The cobbled entrance to the cemetery is sometimes used by local residents as a place to park their cars, particularly at the weekends, but this does not restrict access. There are new houses around the cemetery, but again the CWGC gardeners have created fantastic floral displays here, as shown in the picture below.

Flowers in March at Brown's Road Cemetery
Flowers in March at Brown's Road Cemetery

I have an early picture of the cemetery, probably dating from the 1930s, and the profusion of flowers among the graves was even greater then. The Imperial War Graves Commission (as it was then) wanted every name on every headstone to be shaded by a rose; so bushes were planted between each pair of graves. The modern view shown below the 1930s view was taken in early March 2005, with few plants yet blooming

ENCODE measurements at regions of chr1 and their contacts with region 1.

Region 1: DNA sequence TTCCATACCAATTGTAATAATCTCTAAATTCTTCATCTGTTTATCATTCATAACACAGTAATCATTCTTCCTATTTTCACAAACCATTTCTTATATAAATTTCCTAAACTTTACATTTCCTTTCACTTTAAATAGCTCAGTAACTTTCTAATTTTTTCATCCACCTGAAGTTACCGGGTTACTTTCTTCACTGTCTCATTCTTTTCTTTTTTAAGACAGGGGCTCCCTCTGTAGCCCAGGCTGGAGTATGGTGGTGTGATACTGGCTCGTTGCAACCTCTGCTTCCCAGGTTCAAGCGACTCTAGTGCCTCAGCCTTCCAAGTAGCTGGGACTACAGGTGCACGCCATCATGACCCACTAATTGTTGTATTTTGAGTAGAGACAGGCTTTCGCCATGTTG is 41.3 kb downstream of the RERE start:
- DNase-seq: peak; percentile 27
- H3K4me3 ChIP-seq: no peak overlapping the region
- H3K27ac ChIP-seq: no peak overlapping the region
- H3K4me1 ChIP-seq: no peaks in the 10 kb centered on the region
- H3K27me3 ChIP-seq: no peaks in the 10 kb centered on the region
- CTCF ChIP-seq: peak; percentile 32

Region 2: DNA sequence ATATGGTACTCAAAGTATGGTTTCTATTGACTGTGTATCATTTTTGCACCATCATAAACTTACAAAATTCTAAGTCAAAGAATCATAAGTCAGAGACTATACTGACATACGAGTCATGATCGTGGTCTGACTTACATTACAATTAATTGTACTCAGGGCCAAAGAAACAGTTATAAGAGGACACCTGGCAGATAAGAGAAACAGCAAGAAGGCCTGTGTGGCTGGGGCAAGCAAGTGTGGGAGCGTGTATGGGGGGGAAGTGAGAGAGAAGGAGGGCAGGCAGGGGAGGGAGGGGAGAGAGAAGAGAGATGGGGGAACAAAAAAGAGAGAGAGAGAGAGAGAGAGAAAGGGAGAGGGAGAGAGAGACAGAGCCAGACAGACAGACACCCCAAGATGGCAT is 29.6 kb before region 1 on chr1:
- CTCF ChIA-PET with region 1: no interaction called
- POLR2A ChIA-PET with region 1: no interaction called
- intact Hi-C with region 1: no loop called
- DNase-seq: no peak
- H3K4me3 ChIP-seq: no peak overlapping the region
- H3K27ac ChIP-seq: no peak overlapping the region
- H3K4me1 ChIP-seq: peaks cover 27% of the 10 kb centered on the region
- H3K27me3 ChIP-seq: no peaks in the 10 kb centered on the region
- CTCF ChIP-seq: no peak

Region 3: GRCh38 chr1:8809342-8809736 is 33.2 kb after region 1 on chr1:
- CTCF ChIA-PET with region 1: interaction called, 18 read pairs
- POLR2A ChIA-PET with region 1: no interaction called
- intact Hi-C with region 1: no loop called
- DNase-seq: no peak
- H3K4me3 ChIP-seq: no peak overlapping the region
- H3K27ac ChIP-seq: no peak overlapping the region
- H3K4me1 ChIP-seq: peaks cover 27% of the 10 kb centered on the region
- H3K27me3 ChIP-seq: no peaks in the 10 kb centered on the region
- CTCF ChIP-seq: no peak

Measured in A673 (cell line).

Interwar view of Brown's Road Cemetery
Interwar view of Brown's Road Cemetery

A similar view today
A similar view today

The Post Office Rifles Cemetery was originally used between April and June 1915, and contained just under 40 graves before the German advance in Spring 1918. Like others it was severely damaged by shellfire during the offensive, and only six of the graves were left standing after March 1918; the remainder being in "waterlogged shell holes". The graves were restored thanks to a survey that had been made prior to the advance, and after the Armistice the cemetery was used to concentrate other burials from the battlefields around the area. It now contains 400 burials.

The Post Office Rifles Cemetery, FestubertThe Post Office Rifles Cemetery, Festubert